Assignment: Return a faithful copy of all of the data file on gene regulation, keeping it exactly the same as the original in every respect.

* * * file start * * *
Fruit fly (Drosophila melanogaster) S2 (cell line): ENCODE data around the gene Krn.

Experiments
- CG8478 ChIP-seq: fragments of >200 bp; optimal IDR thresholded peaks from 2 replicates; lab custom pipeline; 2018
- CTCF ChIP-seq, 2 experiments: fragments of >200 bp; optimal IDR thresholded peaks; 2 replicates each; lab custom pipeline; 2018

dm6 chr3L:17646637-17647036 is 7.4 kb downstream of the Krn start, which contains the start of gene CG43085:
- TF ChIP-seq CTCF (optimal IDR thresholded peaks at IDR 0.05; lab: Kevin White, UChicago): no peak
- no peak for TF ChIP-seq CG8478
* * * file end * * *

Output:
Fruit fly (Drosophila melanogaster) S2 (cell line): ENCODE data around the gene Krn.

Experiments
- CG8478 ChIP-seq: fragments of >200 bp; optimal IDR thresholded peaks from 2 replicates; lab custom pipeline; 2018
- CTCF ChIP-seq, 2 experiments: fragments of >200 bp; optimal IDR thresholded peaks; 2 replicates each; lab custom pipeline; 2018

dm6 chr3L:17646637-17647036 is 7.4 kb downstream of the Krn start, which contains the start of gene CG43085:
- TF ChIP-seq CTCF (optimal IDR thresholded peaks at IDR 0.05; lab: Kevin White, UChicago): no peak
- no peak for TF ChIP-seq CG8478